- USA Today
- Yahoo Canada
- Bloomberg BusinessWeek
- Huffington Post
- Vancouver Sun
- Global TV
On Sunday April 12th, 2015, Hillary Clinton finally announced her much anticipated run for presidency. When this news broke, the conversation did not seem to focus on her qualifications, her platform, or even the possibility that she may become America’s first female president; the chatter was all about her campaign logo.
Within hours, social media was ablaze with critiques and comparisons to her block-letter “H” with a red arrow running through it: some saying it resembled hospital signage, while others stated it looked like something created by a 10 year old on MS Paint.
To be fair, Hillary is not the only political pundit to be on the receiving end of this type of “crowdsmashing”, a term coined by Paul Ford to describe how social media has allowed people to rally in a mob-like fashion to pick apart something they are not pleased with.
Crowdsmashing can be even more vicious if a well-known entity decides to undergo a rebrand. People do not like change, and social platforms allow them to voice that displeasure, and find out who else shares in their unhappiness.
This whole debacle surrounding logos and social media got me thinking about two facets of communications I deal with on a daily basis:
1. Our world is becoming increasingly visual
Tumblr, Pinterest and Instagram currently lead the way in terms of fastest growing social media platforms. What else do these three platforms have in common? They’re light on text and heavy on imagery. In a digital era where our attention is so fleeting, we are placing increasing value on things that are visually appealing to us. If we don’t like what we see almost immediately, we are clicking/swiping/scrolling on to something better.
This phenomenon can also be extended to something like your company website. You may be the best and most innovative at what you do, but if your website appears dated, unorganized and difficultto use, it will be seen as a reflection of your business and users will start looking elsewhere. Remember that 55% of users spend as little as 15 seconds on your homepage, so your website has to catch their eye in order for them to stick around and potentially use your service.
In terms of media, TV places an extremely high value on great visuals. If your pitch to TV outlets doesn’t offer imagery that will entice their viewers to continue watching, don’t expect to have it picked up.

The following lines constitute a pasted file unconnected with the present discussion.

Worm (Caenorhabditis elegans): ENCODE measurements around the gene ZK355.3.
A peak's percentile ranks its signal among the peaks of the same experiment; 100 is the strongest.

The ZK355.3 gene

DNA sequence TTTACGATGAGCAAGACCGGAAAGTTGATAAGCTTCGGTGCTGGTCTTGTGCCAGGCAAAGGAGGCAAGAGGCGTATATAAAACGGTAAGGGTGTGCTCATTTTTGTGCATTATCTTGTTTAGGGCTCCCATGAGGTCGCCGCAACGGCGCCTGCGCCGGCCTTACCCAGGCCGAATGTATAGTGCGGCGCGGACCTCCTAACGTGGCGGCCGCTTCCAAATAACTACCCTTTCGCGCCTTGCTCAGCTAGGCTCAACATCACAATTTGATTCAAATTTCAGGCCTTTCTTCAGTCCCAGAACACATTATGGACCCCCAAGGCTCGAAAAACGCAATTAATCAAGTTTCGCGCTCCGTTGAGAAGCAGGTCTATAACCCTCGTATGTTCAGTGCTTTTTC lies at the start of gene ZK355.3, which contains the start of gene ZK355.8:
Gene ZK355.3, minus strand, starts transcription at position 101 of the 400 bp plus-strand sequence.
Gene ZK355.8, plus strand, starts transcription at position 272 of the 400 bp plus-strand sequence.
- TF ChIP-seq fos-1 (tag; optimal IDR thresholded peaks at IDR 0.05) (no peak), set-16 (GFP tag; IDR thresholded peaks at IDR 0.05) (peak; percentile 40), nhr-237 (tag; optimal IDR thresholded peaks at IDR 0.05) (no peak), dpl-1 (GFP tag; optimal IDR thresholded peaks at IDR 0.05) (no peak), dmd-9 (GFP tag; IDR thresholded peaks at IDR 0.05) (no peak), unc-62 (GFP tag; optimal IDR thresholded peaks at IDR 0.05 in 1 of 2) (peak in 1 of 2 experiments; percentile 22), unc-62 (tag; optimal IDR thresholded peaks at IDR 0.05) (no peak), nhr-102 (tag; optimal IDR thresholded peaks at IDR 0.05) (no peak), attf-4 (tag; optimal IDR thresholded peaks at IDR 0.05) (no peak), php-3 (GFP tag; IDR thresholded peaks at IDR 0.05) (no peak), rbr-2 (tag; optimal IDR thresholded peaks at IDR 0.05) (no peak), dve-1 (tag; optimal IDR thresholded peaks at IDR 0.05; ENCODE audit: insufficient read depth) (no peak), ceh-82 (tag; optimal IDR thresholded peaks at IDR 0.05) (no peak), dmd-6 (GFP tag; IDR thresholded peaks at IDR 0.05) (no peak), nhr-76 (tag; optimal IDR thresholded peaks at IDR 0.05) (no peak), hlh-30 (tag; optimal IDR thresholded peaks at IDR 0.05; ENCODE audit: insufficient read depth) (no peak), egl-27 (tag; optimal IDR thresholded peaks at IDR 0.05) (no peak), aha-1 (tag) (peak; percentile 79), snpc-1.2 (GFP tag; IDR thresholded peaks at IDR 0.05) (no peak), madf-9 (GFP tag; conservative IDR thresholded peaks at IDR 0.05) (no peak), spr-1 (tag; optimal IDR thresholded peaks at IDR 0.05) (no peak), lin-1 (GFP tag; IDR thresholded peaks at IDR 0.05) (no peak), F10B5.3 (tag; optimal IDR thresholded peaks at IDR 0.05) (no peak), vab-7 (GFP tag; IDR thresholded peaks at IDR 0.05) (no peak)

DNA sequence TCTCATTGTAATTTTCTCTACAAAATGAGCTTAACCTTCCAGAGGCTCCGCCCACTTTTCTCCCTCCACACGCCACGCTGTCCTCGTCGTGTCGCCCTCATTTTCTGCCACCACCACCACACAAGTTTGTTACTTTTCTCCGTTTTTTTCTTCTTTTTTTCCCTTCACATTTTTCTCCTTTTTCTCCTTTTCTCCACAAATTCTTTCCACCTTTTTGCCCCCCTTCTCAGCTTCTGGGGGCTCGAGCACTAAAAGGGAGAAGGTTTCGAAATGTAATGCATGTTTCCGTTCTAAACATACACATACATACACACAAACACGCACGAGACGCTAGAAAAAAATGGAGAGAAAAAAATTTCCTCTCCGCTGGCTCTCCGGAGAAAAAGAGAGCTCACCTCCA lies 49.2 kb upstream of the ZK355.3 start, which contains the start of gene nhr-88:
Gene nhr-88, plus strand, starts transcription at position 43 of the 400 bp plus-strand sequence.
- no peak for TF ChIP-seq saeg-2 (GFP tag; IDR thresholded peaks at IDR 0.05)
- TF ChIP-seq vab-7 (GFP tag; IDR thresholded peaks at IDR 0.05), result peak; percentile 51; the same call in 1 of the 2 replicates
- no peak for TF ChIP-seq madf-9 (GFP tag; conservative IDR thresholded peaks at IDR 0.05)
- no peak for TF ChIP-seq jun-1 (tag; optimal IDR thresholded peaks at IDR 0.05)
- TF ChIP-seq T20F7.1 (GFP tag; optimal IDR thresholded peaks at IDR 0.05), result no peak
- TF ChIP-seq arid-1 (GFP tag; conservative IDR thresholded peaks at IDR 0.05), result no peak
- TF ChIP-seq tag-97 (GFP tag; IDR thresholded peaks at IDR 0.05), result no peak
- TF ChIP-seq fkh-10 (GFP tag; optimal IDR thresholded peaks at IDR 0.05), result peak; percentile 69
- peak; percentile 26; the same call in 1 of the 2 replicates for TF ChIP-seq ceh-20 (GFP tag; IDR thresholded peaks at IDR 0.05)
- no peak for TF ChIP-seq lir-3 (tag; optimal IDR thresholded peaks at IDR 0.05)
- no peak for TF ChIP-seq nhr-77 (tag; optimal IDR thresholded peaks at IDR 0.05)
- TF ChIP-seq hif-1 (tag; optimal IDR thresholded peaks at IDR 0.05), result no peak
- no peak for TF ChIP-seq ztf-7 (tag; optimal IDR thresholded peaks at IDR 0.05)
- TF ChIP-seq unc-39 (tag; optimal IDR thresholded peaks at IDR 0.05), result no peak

2. Everyone’s a critic
When a client story is told on any outlet type, the content is typically shared across social channels, or is open to comments online. You could be telling the happiest or most factually correct story possible, but there’s likely someone out there who wants to point out something negative, or who claims to know even more than you (I’m sure all the people critiquing Hillary’s “H” have years of graphic design and branding experience).
One negative, anonymous commenter on a story likely isn’t something to sweat about; however it is important to continuously monitor the chatter surrounding your brand online. Whether you’re running a social media campaign or a news story about your company just broke, following along with audience sentiment is vital in informing you of what aspects are and are not working, and whether or not you need to get out in front of a crisis before it starts to escalate.
When it comes to day-to-day social media responsibilities, if your company is receiving questions or complaints, it is important to respond to them quickly and professionally even if you find them trivial or know them to be incorrect. Ignoring these public comments will make it appear as though you have something to hide, or are neglectful of customer needs.
So whether you’re trying to become the President of the United States or just trying to generate business, understanding what is visually appealing to your audience and monitoring the conversation surrounding your brand online is important.
Tags: Government relations Vancouver, Vancouver PR, Vancouver social media